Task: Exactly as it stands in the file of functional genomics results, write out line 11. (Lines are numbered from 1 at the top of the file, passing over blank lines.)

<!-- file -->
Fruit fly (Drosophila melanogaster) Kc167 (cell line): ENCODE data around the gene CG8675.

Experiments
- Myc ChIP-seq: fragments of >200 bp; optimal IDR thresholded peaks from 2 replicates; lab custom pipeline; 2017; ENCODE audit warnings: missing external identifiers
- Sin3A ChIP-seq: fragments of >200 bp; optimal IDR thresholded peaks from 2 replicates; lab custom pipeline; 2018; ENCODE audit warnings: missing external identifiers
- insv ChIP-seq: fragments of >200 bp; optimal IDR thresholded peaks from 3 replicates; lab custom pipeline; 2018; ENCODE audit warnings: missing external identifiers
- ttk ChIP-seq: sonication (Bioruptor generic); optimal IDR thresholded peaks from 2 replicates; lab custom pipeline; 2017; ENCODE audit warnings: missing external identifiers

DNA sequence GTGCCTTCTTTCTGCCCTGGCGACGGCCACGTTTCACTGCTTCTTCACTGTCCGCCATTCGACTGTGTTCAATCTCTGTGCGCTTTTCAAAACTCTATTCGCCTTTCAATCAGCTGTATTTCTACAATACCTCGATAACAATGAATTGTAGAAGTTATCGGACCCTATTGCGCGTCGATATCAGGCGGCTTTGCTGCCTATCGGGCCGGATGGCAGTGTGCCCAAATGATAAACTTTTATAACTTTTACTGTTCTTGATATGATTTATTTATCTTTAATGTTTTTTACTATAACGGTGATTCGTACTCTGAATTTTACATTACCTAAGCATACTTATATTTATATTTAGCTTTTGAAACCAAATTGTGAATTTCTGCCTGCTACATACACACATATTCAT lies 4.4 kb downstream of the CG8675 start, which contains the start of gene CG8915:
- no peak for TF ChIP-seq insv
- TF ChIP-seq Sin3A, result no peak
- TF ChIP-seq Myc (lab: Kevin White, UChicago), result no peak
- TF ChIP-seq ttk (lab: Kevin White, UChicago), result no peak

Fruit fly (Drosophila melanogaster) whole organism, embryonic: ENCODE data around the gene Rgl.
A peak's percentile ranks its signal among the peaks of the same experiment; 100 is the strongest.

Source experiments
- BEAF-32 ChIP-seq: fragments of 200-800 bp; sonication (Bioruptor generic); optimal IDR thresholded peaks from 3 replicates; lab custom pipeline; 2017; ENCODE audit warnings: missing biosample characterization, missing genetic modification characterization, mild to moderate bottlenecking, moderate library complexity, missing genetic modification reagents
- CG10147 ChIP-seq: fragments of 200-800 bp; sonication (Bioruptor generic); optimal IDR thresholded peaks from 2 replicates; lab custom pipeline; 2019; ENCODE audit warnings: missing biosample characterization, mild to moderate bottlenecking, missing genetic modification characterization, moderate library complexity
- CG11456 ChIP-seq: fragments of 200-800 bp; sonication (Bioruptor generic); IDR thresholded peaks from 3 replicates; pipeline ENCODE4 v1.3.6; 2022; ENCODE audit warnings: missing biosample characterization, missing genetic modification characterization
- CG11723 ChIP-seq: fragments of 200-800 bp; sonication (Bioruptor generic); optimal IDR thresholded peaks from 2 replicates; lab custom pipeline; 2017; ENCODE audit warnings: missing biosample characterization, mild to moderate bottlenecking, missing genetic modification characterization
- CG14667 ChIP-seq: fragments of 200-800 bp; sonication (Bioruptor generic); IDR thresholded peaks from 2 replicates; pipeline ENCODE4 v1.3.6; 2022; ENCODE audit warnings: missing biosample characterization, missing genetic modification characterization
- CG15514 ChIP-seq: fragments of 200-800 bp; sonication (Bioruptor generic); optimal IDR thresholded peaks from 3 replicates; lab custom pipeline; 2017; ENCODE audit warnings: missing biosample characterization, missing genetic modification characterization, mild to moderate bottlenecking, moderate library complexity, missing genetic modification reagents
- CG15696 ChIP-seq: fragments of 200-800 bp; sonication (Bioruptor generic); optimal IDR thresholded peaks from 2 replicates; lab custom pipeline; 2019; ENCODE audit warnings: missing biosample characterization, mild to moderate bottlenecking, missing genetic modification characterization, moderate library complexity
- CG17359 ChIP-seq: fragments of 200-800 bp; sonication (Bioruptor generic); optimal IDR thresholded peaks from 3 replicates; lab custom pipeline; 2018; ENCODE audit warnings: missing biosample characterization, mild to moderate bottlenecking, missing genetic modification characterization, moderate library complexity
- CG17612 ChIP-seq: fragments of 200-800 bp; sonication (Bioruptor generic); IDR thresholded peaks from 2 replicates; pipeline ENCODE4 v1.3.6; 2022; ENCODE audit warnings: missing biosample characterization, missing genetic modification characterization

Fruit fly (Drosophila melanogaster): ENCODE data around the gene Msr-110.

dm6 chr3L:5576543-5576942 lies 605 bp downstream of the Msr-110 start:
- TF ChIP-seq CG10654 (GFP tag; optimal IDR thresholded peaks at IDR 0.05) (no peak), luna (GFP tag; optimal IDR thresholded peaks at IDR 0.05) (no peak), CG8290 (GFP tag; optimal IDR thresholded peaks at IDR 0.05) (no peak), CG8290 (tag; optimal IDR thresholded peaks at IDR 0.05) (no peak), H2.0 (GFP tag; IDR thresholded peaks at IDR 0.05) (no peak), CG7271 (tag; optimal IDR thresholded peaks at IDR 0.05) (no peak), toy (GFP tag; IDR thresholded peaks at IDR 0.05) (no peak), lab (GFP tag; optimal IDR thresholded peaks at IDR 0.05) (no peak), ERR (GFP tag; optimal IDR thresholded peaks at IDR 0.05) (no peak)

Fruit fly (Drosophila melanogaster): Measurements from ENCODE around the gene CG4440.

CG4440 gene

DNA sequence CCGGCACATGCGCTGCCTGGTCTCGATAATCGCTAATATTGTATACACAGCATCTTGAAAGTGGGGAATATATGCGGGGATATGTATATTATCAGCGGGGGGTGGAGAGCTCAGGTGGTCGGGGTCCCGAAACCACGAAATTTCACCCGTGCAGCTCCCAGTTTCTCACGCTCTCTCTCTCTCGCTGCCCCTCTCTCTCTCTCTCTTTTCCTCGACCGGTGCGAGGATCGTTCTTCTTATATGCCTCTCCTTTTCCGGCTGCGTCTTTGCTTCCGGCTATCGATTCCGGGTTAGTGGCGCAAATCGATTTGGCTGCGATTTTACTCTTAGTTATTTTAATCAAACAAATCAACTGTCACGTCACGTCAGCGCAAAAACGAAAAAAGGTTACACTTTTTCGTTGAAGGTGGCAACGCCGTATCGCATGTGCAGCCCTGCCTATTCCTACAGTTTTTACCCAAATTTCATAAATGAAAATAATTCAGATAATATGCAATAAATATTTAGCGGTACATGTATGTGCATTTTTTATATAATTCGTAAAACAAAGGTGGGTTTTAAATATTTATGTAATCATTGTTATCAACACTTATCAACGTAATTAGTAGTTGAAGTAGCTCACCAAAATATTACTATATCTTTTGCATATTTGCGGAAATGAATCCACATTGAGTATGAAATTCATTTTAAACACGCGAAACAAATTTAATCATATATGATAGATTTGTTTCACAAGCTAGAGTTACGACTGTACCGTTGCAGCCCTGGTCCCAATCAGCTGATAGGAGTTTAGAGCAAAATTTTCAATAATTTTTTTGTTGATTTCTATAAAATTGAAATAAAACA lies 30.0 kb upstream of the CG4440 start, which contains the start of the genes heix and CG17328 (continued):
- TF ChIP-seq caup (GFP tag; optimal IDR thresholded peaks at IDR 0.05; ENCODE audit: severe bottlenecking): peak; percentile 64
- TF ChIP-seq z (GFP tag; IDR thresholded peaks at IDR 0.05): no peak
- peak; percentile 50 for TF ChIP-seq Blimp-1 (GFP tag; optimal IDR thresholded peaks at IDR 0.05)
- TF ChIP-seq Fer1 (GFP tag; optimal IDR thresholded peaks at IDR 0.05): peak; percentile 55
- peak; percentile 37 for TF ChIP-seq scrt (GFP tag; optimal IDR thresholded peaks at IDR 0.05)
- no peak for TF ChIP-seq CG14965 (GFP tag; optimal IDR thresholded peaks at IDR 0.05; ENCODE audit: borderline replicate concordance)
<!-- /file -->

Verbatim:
- TF ChIP-seq ttk (lab: Kevin White, UChicago), result no peak